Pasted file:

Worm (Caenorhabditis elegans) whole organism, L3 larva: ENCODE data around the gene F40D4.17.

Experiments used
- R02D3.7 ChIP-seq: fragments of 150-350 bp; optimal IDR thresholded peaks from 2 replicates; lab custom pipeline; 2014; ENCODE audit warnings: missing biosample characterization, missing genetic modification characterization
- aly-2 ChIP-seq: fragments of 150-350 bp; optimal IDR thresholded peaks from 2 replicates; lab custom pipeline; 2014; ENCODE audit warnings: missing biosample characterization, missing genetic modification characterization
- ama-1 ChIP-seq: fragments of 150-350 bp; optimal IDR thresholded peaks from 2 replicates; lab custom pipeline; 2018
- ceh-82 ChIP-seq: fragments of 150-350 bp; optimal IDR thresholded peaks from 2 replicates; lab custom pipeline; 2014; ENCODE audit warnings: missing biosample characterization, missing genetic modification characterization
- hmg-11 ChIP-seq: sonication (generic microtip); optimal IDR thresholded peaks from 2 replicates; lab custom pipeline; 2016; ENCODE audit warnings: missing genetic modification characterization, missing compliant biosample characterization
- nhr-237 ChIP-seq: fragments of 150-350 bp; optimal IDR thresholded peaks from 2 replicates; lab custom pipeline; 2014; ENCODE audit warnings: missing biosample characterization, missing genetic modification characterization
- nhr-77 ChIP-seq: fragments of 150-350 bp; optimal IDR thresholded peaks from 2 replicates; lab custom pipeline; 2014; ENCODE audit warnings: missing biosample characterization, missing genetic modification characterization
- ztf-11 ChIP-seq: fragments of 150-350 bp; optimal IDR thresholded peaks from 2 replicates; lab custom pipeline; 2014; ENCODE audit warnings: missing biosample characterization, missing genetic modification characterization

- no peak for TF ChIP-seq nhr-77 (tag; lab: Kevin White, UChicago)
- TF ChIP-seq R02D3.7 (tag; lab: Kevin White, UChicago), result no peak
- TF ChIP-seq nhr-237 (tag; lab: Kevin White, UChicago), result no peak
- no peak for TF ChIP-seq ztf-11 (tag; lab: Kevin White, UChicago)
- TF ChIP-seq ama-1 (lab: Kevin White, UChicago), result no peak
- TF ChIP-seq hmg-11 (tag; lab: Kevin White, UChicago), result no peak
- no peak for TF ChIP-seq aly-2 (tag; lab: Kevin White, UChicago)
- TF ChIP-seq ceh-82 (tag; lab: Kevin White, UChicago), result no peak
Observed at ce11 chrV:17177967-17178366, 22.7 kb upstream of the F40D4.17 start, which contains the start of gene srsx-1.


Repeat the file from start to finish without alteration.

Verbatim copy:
Worm (Caenorhabditis elegans) whole organism, L3 larva: ENCODE data around the gene F40D4.17.

Experiments used
- R02D3.7 ChIP-seq: fragments of 150-350 bp; optimal IDR thresholded peaks from 2 replicates; lab custom pipeline; 2014; ENCODE audit warnings: missing biosample characterization, missing genetic modification characterization
- aly-2 ChIP-seq: fragments of 150-350 bp; optimal IDR thresholded peaks from 2 replicates; lab custom pipeline; 2014; ENCODE audit warnings: missing biosample characterization, missing genetic modification characterization
- ama-1 ChIP-seq: fragments of 150-350 bp; optimal IDR thresholded peaks from 2 replicates; lab custom pipeline; 2018
- ceh-82 ChIP-seq: fragments of 150-350 bp; optimal IDR thresholded peaks from 2 replicates; lab custom pipeline; 2014; ENCODE audit warnings: missing biosample characterization, missing genetic modification characterization
- hmg-11 ChIP-seq: sonication (generic microtip); optimal IDR thresholded peaks from 2 replicates; lab custom pipeline; 2016; ENCODE audit warnings: missing genetic modification characterization, missing compliant biosample characterization
- nhr-237 ChIP-seq: fragments of 150-350 bp; optimal IDR thresholded peaks from 2 replicates; lab custom pipeline; 2014; ENCODE audit warnings: missing biosample characterization, missing genetic modification characterization
- nhr-77 ChIP-seq: fragments of 150-350 bp; optimal IDR thresholded peaks from 2 replicates; lab custom pipeline; 2014; ENCODE audit warnings: missing biosample characterization, missing genetic modification characterization
- ztf-11 ChIP-seq: fragments of 150-350 bp; optimal IDR thresholded peaks from 2 replicates; lab custom pipeline; 2014; ENCODE audit warnings: missing biosample characterization, missing genetic modification characterization

- no peak for TF ChIP-seq nhr-77 (tag; lab: Kevin White, UChicago)
- TF ChIP-seq R02D3.7 (tag; lab: Kevin White, UChicago), result no peak
- TF ChIP-seq nhr-237 (tag; lab: Kevin White, UChicago), result no peak
- no peak for TF ChIP-seq ztf-11 (tag; lab: Kevin White, UChicago)
- TF ChIP-seq ama-1 (lab: Kevin White, UChicago), result no peak
- TF ChIP-seq hmg-11 (tag; lab: Kevin White, UChicago), result no peak
- no peak for TF ChIP-seq aly-2 (tag; lab: Kevin White, UChicago)
- TF ChIP-seq ceh-82 (tag; lab: Kevin White, UChicago), result no peak
Observed at ce11 chrV:17177967-17178366, 22.7 kb upstream of the F40D4.17 start, which contains the start of gene srsx-1.